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UBC Theses and Dissertations

Role of complement receptor type 3 in mycobacterium tuberculosis pathogenesis Melo, Maico DaPonte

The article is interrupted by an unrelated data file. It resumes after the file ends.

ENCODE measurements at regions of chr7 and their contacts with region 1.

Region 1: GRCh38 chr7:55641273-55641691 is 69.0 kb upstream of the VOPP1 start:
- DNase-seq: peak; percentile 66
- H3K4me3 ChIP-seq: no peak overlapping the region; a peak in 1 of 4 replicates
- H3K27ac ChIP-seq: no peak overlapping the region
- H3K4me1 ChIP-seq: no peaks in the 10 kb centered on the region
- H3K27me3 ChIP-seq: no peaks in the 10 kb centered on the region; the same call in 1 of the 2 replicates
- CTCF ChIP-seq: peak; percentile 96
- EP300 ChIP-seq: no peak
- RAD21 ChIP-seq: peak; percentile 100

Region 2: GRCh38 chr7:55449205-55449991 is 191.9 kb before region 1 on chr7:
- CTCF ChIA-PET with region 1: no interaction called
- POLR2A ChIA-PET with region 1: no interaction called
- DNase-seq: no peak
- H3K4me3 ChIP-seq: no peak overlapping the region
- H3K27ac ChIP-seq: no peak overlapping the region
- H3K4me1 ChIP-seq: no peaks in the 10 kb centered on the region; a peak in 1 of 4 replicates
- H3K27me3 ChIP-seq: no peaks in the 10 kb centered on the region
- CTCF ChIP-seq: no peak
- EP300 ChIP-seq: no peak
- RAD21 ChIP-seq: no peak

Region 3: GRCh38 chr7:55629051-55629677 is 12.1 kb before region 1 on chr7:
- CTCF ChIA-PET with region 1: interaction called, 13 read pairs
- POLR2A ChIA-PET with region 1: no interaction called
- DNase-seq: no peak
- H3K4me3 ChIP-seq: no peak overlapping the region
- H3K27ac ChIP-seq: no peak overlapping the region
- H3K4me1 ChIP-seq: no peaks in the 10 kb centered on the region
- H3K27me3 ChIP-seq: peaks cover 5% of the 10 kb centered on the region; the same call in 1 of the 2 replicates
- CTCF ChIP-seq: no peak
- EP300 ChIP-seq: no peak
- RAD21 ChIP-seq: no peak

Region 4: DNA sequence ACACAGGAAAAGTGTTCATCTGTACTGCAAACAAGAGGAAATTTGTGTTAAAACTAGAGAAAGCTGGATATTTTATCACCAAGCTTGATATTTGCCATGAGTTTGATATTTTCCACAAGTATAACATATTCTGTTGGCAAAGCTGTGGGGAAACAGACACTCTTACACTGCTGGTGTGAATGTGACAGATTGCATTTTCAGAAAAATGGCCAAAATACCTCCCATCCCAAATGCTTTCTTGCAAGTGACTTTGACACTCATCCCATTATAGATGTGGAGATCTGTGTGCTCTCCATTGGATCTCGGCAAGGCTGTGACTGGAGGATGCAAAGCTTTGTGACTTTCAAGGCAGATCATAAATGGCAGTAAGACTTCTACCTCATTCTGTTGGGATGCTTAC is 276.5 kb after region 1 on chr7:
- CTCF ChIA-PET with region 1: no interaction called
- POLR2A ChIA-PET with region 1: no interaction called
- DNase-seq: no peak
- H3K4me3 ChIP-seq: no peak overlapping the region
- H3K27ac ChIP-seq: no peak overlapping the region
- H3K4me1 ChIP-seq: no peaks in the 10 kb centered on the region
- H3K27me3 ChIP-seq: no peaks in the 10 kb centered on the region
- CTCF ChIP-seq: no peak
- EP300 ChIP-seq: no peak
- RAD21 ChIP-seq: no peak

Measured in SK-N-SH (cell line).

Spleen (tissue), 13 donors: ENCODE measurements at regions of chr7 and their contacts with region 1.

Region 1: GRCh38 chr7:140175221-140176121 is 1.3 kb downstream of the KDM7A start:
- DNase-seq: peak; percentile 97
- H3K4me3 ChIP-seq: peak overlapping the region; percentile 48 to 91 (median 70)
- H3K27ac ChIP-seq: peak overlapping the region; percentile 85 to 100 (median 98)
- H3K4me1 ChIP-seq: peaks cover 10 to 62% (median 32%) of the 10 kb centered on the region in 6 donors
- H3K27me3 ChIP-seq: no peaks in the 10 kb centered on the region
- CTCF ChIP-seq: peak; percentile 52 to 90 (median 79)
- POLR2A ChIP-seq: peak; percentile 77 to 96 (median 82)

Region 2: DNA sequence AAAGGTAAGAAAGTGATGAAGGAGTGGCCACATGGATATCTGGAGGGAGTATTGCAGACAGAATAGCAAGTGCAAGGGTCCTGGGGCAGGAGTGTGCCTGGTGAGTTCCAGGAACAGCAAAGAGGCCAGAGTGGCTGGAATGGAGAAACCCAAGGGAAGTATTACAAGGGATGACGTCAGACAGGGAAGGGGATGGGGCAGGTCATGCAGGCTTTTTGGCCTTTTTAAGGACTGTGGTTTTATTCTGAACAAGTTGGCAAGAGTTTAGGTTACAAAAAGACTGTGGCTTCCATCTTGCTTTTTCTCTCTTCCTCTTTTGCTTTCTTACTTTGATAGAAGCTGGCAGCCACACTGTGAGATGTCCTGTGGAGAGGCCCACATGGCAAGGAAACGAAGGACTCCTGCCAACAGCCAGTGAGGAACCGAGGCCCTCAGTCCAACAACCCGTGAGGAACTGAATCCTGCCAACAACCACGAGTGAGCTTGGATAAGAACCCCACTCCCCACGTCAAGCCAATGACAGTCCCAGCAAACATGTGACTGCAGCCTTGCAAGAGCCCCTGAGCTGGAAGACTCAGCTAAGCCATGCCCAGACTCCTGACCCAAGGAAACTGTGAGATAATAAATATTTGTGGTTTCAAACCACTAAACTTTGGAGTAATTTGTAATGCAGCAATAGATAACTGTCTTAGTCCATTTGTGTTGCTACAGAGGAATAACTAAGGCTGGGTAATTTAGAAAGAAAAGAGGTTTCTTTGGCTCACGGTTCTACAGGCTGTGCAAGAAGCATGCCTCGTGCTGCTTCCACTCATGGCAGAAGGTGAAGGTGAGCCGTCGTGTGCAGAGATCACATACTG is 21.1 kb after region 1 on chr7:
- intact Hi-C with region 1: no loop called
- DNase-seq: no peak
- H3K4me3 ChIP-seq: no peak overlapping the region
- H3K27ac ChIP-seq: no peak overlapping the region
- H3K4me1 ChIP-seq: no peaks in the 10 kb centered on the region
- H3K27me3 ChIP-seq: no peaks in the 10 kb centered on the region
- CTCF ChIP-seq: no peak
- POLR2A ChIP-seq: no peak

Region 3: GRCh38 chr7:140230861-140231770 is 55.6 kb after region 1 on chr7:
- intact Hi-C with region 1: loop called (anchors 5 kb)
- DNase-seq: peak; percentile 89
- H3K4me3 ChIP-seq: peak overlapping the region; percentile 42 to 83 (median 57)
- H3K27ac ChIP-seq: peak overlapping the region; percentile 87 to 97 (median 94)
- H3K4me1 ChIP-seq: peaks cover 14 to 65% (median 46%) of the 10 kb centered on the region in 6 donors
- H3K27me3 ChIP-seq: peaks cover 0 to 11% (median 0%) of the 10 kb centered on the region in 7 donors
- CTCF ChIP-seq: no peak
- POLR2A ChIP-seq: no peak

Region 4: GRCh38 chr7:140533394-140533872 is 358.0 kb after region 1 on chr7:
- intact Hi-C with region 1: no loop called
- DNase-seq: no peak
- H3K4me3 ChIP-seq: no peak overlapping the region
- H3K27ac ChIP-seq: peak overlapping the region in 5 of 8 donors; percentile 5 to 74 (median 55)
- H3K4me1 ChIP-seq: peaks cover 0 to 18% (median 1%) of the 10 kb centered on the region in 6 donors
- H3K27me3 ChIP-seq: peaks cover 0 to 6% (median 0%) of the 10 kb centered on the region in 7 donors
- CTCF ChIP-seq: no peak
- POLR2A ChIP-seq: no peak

Mycobacterium tuberculosis (MTB), the causative agent of tuberculosis, is a facultative intracellular pathogen capable of survival in macrophages. Several macrophage receptors including complement receptor type 3 (CR3, CDI lb/CD 18) are reportedly capable of binding MTB. It has been suggested that MTB survival in macrophages is determined by the receptor to which MTB binds before being phagocytosed. A CDI lb knockout mouse model was used as a source of macrophages to test whether CR3 is essential for the association of MTB with macrophages and to examine whether the absence of CR3 on macrophages alters the intracellular fate of MTB. Together, these research objectives were aimed at improving our understanding of the role CR3 plays in the pathogenesis of tuberculosis. Studies using both alveolar macrophages (AM) and peritoneal macrophages (PM) showed CR3 was not essential for MTB binding by macrophages, either in the presence or absence of serum. However, CR3 was involved in the association of MTB with macrophages in the absence of serum and was important for the efficient binding of MTB under conditions where serum was present. Compared to macrophages expressing CDI lb (CDI lb+/+), CDI lb-knockout (CDI lb-/-) macrophages were less able to associate with MTB, either opsonically or non-opsonically. Under opsonic conditions, the enhanced binding of MTB to macrophages was mediated by a heat-labile serum component, as heat-inactivation of serum abrogated the increased binding. Using immunoglobulin-deficient serum to opsonize MTB demonstrated that the increased binding of MTB was not mediated by immunoglobulins. The role of either the classical or alternative complement pathways in mediating the increased binding of MTB by PM was also investigated. The observations made here indicate that, in the presence of low serum concentrations, increased binding of MTB by CDI lb+/+ PM is mediated predominantly via activation of the classical pathway but is independent of immunoglobulins. The intracellular survival and replication of MTB following phagocytosis by either CDI lb-/- PM or CDI lb+/+ PM was investigated and no significant difference in the replication of MTB was detected where similar numbers of MTB were ingested. Therefore, the observations made here do not support the hypothesis that MTB exploits CR3 as a means to evade being killed by macrophages. As an alternative approach to the CDI lb knockout mouse model, an alveolar macrophage cell line, MH-S, was tested for its suitability as a model to investigate the role of CR3 in mediating the interaction of MTB with macrophages. Initially, the characterization of MH-S binding properties was performed. However, the principle objective with the MH-S cell line was to isolate CR3-negative populations of MH-S as a means to investigate the role of CR3 in the association of MTB. MTB association assays showed that the association of MTB with MH-S cells was comparable with mouse AM. In the presence of serum, increased MTB binding by MH-S cells was also mediated by a heatlabile serum component and competitive inhibition assays using anti-CR3 monoclonal antibodies showed that CR3 on MH-S cells is a quantitatively important receptor for MTB. However, attempts to isolate stable CR3-negative populations of MH-S cells using immunoselection were not successful and therefore, I was unable to use the MH-S cell line as a model to further characterize the role of CR3 in MTB pathogenesis.

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